The truth is, what I probably really wanted to express, as the illness was quite serious, was that I felt helpless. “I would cure you if I could,” I would have liked to say, “but all I can do is pray and that just does not seem enough.” Words, you see, are sometimes inadequate. And that is because they are one-dimensional. Feelings, however, like God, are infinitely dimensional.
So, in preparation for this evening, I have developed some rules for communicating with our necessarily insufficient words; suggestions that I think may help us communicate more directly and successfully, especially in times of stress or difficulty.
The first is: Actions are more powerful than words. Do the right and loving thing and there is at least a decent chance the other person will hear you.
Second. Stop communicating in cyber-space. Never say anything more emotionally charged than “What time is dinner?” or “Where do you want to hold the meeting?” in an email. When you are angry, or excited, write that emotionally charged missive, edit it, rewrite it again, and then drag it into the trash icon on your desktop.
Then pick up the phone and make a phone call but even then, don’t talk about the emotion-laden issue. Phones are sometimes even worse than email as you can hear the words but without the physical cues. Instead, if possible, set a time to meet and talk in person so that you can see one another’s expressions, touch hands perhaps or finish with a hug. Anything powerful must be said with your whole being and that includes your hands and your arms, your face, your eyes and your smile.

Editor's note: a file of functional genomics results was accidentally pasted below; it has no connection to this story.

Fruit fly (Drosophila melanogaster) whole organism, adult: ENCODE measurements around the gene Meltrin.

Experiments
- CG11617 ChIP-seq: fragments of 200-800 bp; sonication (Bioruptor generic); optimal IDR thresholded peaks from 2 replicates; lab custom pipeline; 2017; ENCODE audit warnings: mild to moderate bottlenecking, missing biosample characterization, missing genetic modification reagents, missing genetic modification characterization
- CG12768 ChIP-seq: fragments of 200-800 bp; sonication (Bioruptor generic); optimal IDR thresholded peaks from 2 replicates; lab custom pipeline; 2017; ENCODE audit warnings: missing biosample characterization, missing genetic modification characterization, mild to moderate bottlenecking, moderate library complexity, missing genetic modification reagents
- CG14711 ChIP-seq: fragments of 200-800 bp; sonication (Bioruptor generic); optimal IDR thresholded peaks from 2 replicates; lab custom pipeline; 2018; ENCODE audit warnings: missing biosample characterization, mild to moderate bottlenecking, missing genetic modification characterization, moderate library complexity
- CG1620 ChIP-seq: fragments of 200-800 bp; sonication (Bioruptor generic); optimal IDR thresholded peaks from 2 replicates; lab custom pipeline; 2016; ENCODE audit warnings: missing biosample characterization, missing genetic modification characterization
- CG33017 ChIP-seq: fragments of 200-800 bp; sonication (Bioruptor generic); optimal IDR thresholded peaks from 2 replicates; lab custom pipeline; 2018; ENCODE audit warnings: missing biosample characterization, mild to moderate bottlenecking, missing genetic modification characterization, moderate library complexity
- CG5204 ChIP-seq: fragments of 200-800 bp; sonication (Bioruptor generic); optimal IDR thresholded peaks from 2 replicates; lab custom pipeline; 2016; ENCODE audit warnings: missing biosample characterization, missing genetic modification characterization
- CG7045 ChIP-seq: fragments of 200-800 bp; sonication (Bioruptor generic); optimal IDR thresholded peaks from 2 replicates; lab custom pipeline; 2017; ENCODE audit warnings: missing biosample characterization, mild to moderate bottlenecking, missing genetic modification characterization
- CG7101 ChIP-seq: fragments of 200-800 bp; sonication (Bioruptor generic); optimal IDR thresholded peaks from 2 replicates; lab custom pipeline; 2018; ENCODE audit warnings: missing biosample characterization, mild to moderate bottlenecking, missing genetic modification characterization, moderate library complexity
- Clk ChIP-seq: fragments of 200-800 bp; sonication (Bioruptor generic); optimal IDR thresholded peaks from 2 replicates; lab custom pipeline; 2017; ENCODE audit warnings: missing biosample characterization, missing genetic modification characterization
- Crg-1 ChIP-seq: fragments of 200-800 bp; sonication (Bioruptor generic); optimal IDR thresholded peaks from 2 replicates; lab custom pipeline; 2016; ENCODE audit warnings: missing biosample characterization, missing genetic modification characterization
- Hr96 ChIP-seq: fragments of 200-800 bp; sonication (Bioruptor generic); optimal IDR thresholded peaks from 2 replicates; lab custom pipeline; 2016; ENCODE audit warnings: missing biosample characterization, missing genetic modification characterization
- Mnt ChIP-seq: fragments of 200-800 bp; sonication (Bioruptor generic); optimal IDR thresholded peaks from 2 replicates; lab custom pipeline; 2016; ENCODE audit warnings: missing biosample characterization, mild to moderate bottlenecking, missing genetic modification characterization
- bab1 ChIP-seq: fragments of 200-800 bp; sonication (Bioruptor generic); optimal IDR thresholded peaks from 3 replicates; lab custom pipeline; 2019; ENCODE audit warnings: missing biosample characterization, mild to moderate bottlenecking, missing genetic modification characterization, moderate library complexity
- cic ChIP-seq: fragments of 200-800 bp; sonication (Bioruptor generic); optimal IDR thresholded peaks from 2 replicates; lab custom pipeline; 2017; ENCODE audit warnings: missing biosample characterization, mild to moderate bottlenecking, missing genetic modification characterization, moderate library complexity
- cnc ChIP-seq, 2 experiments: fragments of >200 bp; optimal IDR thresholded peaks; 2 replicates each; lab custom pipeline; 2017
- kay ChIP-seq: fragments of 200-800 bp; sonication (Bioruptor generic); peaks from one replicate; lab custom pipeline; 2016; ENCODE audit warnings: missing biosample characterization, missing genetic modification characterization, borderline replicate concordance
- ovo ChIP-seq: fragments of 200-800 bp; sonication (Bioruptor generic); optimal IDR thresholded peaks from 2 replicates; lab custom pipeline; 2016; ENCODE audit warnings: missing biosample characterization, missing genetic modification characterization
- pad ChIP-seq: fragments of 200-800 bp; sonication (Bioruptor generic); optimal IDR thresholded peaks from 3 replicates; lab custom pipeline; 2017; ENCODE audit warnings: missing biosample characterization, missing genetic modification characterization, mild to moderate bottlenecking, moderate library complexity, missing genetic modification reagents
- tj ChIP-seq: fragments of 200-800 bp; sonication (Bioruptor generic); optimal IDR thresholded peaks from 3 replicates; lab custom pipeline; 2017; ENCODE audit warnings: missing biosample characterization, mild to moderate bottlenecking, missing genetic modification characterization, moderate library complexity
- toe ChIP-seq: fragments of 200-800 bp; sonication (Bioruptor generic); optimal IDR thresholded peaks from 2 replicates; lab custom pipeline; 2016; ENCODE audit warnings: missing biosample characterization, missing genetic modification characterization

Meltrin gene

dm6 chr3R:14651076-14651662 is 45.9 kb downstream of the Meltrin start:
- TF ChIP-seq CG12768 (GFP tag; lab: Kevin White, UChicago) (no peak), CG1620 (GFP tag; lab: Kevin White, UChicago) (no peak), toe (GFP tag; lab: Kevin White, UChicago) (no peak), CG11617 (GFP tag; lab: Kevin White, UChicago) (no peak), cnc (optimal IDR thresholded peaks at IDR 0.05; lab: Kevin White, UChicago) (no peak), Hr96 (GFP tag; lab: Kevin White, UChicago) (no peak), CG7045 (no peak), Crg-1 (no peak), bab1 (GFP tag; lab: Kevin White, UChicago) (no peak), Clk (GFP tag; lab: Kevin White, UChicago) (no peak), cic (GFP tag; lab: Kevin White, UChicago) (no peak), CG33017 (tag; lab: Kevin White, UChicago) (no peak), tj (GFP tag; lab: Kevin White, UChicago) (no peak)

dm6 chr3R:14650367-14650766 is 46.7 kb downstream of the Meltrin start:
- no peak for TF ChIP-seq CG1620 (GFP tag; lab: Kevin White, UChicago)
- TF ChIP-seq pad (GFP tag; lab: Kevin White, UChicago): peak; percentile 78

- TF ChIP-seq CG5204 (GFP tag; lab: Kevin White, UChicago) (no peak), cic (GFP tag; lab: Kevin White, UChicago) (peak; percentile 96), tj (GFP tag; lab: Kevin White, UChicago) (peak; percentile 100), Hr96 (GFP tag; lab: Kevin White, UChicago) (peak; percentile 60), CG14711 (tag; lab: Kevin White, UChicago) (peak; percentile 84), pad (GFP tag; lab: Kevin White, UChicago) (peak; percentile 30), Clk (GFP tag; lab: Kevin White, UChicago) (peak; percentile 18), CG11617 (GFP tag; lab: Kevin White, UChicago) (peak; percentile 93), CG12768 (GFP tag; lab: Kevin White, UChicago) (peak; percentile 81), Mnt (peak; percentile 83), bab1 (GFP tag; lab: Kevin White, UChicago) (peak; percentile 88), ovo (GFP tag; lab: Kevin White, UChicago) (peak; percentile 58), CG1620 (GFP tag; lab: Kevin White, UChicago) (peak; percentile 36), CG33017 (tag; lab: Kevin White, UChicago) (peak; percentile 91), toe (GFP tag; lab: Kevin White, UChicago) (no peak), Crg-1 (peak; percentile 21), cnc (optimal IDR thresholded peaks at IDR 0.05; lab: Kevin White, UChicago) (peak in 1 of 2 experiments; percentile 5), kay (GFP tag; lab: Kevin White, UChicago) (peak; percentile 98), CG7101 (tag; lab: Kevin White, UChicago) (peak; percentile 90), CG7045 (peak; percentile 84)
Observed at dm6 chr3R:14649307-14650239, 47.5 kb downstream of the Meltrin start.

And finally, listening is more powerful than talking. I am not sure, but if I had gone into that hospital room and just said nothing, and waited to hear from the patient how she was doing, things might have gone much better when later in the conversation I said, “This must be difficult for you.”
And finally, if you are on the receiving end of some inappropriate words, as you will surely be, try to walk around with a translator box in your head. People, especially at times of loss and difficulty, will say the silliest things, the most hurtful things, the most clichéd things. We can’t help it. We are human beings who want to help but don’t do well when we are feeling powerless, and so we gab away, sometimes inanely. Take that gibberish and simply translate it into a gentle hug and a friendly smile, because generally, that is what people are really trying to say. That is what they really mean and would communicate if they were not constricted by these inelegant labels we call words. That is what they would want you to understand, if you could look directly into their hearts and know them as holistically and multi-dimensional as God understood Isaac in our Torah portion.
So friends, this had been my lesson from the Torah portion this week whose label is Vayera, but whose truth is so very much more than any label could ever convey.